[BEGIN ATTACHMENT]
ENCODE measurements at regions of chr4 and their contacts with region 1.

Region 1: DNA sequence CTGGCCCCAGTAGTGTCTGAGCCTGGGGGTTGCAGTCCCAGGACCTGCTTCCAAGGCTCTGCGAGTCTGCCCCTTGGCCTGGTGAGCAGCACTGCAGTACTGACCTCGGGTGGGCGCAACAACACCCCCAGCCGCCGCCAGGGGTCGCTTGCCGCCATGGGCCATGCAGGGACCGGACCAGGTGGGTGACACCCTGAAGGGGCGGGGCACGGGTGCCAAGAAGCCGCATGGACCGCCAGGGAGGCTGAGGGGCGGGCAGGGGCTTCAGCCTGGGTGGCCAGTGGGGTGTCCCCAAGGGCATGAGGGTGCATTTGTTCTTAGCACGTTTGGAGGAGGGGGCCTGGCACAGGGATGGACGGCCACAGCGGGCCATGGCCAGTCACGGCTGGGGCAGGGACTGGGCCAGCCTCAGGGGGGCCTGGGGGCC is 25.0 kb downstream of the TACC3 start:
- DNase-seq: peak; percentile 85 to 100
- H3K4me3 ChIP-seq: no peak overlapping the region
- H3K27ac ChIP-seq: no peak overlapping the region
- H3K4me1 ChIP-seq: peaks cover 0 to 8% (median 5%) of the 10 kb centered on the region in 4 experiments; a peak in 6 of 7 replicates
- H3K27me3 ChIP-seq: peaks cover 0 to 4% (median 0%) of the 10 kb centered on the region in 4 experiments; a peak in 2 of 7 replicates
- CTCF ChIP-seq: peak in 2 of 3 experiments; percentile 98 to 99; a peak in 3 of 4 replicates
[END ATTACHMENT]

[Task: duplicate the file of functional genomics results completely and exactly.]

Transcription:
ENCODE measurements at regions of chr4 and their contacts with region 1.

Region 1: DNA sequence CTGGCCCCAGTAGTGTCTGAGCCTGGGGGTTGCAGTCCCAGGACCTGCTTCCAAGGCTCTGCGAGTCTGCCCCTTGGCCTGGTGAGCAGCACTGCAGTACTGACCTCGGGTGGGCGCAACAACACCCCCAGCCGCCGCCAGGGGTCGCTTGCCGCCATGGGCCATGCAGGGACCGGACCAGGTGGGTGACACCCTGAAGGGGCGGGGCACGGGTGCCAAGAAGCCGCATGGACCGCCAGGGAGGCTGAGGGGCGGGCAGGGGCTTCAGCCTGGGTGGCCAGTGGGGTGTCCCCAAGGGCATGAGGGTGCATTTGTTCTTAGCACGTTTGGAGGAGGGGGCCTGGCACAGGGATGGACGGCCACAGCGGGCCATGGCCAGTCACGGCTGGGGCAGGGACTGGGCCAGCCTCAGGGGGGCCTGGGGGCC is 25.0 kb downstream of the TACC3 start:
- DNase-seq: peak; percentile 85 to 100
- H3K4me3 ChIP-seq: no peak overlapping the region
- H3K27ac ChIP-seq: no peak overlapping the region
- H3K4me1 ChIP-seq: peaks cover 0 to 8% (median 5%) of the 10 kb centered on the region in 4 experiments; a peak in 6 of 7 replicates
- H3K27me3 ChIP-seq: peaks cover 0 to 4% (median 0%) of the 10 kb centered on the region in 4 experiments; a peak in 2 of 7 replicates
- CTCF ChIP-seq: peak in 2 of 3 experiments; percentile 98 to 99; a peak in 3 of 4 replicates